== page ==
• Viewing records such as Educational Health Care Plans, previous speech and language therapy intervention from the NHS, relevant information from other professional and school records such as annual reviews

    Assessment and Intervention

    There may be a short wait between you completing the consent form and your child being seen in school, however we try to see children as soon as possible.

    The assessments will vary from child to child. Sometimes, assessment can be completed through the above information gathering process and a single session with the therapist. At other times, assessment may be carried out over several sessions in order to get a really clear picture.

    Your child may have already had lots of assessment. It is useful for us to know this, because we don’t want to waste time redoing the same assessments. It is, however, very useful for us to carry out our own evaluation so that we can get to know your child and set new targets.

    It is really important that we hear your views, discuss any hopes and wishes that you have for your child, as well as any concerns you have regarding their speech, language and communication skills.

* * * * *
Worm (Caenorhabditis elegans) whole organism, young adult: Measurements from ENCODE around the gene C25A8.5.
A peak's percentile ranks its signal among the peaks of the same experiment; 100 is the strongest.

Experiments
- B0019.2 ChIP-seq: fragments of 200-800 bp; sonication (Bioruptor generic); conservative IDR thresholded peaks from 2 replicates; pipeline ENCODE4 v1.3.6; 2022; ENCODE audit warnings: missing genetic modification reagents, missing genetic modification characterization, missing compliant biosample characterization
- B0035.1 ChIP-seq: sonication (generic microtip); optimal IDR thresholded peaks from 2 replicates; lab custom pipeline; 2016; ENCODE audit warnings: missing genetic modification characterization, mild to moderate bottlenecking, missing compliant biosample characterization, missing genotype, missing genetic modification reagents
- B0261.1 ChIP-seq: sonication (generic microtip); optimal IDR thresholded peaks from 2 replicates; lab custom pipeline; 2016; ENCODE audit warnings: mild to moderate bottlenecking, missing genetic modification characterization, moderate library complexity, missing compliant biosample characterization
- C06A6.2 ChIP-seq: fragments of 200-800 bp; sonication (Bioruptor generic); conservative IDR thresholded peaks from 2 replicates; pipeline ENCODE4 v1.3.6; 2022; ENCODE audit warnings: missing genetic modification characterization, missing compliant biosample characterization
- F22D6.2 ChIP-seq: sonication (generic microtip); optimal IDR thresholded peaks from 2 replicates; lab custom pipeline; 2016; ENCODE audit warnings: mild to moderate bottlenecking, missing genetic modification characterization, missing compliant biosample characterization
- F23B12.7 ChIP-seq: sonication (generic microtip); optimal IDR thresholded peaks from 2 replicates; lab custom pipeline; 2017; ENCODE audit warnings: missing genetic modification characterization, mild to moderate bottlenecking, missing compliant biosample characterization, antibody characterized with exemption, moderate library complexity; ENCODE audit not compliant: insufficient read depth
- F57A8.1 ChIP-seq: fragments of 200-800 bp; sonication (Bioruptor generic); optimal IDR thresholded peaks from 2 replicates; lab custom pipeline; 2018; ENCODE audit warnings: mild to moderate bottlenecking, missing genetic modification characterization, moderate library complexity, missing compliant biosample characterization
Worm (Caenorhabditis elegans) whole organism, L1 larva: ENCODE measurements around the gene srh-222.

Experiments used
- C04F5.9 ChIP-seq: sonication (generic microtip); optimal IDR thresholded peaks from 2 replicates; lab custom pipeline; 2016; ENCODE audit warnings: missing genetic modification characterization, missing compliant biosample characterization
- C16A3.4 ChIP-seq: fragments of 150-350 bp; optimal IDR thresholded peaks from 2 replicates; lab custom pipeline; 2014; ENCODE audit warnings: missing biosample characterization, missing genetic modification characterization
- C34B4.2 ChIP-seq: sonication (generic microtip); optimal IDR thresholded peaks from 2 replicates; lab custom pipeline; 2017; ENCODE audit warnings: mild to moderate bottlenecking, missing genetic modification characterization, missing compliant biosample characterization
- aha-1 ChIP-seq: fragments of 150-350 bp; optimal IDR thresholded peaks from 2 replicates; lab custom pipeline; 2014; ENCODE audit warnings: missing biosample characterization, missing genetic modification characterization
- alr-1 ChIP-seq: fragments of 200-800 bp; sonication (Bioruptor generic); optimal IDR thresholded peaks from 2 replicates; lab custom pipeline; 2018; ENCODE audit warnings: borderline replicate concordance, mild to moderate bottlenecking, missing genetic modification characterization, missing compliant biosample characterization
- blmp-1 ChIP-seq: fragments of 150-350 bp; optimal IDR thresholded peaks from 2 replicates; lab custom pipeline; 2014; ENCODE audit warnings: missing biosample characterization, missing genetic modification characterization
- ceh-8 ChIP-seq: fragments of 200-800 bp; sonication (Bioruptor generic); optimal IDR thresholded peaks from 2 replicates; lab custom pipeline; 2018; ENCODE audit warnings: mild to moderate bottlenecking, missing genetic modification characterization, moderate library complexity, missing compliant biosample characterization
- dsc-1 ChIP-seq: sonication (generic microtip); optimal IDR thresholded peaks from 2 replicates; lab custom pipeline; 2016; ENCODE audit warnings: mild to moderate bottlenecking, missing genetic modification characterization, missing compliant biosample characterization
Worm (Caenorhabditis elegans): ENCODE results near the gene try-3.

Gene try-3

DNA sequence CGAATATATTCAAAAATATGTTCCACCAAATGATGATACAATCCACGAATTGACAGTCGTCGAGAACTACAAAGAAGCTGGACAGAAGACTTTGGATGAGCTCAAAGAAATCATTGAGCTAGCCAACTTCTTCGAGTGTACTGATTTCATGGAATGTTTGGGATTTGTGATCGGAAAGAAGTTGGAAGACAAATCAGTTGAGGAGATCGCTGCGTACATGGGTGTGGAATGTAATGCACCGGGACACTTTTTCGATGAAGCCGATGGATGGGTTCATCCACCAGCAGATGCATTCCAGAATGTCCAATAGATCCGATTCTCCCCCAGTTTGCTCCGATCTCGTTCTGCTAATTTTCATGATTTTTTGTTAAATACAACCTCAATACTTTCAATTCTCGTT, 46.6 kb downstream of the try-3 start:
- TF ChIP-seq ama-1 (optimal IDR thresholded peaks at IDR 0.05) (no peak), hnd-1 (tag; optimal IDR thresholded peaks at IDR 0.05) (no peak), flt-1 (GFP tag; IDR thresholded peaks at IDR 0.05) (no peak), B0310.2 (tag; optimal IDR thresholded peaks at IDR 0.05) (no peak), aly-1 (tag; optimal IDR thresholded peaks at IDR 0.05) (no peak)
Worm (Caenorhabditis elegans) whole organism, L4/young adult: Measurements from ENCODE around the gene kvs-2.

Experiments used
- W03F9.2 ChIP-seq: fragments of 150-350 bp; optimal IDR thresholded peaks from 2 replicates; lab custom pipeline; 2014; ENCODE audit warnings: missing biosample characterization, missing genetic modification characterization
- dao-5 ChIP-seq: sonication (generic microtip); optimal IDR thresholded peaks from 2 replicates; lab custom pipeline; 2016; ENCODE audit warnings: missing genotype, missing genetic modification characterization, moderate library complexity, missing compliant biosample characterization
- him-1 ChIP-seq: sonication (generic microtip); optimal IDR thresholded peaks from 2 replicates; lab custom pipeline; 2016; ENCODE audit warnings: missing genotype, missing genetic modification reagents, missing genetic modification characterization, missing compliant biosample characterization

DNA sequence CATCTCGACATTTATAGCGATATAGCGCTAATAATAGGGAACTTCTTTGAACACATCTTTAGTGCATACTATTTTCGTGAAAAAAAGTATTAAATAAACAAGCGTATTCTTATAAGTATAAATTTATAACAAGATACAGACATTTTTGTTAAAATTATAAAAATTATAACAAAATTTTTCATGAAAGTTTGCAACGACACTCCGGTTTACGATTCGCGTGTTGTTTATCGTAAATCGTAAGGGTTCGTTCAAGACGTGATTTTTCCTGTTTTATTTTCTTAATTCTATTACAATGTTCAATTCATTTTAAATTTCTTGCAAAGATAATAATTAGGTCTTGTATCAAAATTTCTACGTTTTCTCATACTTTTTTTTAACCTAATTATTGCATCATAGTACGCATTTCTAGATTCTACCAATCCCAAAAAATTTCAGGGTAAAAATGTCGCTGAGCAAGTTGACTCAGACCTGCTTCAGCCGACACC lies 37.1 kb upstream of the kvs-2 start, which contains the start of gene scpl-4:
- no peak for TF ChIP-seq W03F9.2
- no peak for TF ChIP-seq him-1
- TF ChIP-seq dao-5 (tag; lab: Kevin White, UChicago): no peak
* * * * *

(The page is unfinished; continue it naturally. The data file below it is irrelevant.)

Standardised assessment tools cannot capture the full extent of a child’s language difficulties and their impact on overall functioning and should only be considered to be one aspect of a comprehensive assessment process (Bishop et al., 2016). Identification of DLD will be based on a combination of:

    • Case history
    • Formal and informal language assessments – object or picture based tasks usually focusing on following instructions, recalling information, vocabulary, use of language including respond to questions
    • Comprehensive observation – observation may take place in the classroom, on the playground and in other social situations such as the dinner hall. It is important for us to carry out observation in a range of different situations and across a time scale in order to evaluate possible differences in presentation dependent on time of day, activity etc.
    • Response to interventions and consideration of risk